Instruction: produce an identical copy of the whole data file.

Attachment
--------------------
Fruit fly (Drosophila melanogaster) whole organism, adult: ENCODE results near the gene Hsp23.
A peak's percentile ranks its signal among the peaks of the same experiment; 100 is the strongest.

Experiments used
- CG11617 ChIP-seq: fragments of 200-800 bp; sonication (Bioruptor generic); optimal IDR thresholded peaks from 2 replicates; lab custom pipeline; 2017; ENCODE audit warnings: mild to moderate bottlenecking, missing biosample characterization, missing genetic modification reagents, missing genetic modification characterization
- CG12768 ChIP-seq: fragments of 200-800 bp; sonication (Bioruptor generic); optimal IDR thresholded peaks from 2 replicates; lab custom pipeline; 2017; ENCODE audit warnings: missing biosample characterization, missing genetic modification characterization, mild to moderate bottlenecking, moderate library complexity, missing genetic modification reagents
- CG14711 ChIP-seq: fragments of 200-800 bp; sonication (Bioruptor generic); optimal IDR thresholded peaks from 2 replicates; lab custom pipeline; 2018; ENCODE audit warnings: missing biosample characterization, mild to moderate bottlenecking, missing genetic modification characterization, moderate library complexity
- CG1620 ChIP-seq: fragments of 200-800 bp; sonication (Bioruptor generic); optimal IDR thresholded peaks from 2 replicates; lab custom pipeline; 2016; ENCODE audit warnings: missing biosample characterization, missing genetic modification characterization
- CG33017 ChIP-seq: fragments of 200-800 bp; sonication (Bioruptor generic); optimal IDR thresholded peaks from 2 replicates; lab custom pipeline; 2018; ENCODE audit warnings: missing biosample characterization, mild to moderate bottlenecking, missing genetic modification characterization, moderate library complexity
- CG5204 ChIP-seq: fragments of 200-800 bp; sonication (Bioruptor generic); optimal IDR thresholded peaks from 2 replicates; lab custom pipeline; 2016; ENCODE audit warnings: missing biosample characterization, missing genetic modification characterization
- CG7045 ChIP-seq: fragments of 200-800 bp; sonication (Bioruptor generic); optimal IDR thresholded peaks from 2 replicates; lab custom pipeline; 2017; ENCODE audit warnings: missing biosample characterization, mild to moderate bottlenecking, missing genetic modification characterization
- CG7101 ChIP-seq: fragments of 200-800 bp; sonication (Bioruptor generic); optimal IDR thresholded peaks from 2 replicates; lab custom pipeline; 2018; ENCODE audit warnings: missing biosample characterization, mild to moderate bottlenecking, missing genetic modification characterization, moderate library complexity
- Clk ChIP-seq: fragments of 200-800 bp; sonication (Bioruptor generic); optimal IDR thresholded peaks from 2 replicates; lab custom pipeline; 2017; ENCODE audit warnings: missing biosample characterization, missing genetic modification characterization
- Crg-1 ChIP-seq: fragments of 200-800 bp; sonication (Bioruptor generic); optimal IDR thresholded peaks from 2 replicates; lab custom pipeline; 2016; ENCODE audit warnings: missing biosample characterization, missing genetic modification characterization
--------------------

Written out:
Fruit fly (Drosophila melanogaster) whole organism, adult: ENCODE results near the gene Hsp23.
A peak's percentile ranks its signal among the peaks of the same experiment; 100 is the strongest.

Experiments used
- CG11617 ChIP-seq: fragments of 200-800 bp; sonication (Bioruptor generic); optimal IDR thresholded peaks from 2 replicates; lab custom pipeline; 2017; ENCODE audit warnings: mild to moderate bottlenecking, missing biosample characterization, missing genetic modification reagents, missing genetic modification characterization
- CG12768 ChIP-seq: fragments of 200-800 bp; sonication (Bioruptor generic); optimal IDR thresholded peaks from 2 replicates; lab custom pipeline; 2017; ENCODE audit warnings: missing biosample characterization, missing genetic modification characterization, mild to moderate bottlenecking, moderate library complexity, missing genetic modification reagents
- CG14711 ChIP-seq: fragments of 200-800 bp; sonication (Bioruptor generic); optimal IDR thresholded peaks from 2 replicates; lab custom pipeline; 2018; ENCODE audit warnings: missing biosample characterization, mild to moderate bottlenecking, missing genetic modification characterization, moderate library complexity
- CG1620 ChIP-seq: fragments of 200-800 bp; sonication (Bioruptor generic); optimal IDR thresholded peaks from 2 replicates; lab custom pipeline; 2016; ENCODE audit warnings: missing biosample characterization, missing genetic modification characterization
- CG33017 ChIP-seq: fragments of 200-800 bp; sonication (Bioruptor generic); optimal IDR thresholded peaks from 2 replicates; lab custom pipeline; 2018; ENCODE audit warnings: missing biosample characterization, mild to moderate bottlenecking, missing genetic modification characterization, moderate library complexity
- CG5204 ChIP-seq: fragments of 200-800 bp; sonication (Bioruptor generic); optimal IDR thresholded peaks from 2 replicates; lab custom pipeline; 2016; ENCODE audit warnings: missing biosample characterization, missing genetic modification characterization
- CG7045 ChIP-seq: fragments of 200-800 bp; sonication (Bioruptor generic); optimal IDR thresholded peaks from 2 replicates; lab custom pipeline; 2017; ENCODE audit warnings: missing biosample characterization, mild to moderate bottlenecking, missing genetic modification characterization
- CG7101 ChIP-seq: fragments of 200-800 bp; sonication (Bioruptor generic); optimal IDR thresholded peaks from 2 replicates; lab custom pipeline; 2018; ENCODE audit warnings: missing biosample characterization, mild to moderate bottlenecking, missing genetic modification characterization, moderate library complexity
- Clk ChIP-seq: fragments of 200-800 bp; sonication (Bioruptor generic); optimal IDR thresholded peaks from 2 replicates; lab custom pipeline; 2017; ENCODE audit warnings: missing biosample characterization, missing genetic modification characterization
- Crg-1 ChIP-seq: fragments of 200-800 bp; sonication (Bioruptor generic); optimal IDR thresholded peaks from 2 replicates; lab custom pipeline; 2016; ENCODE audit warnings: missing biosample characterization, missing genetic modification characterization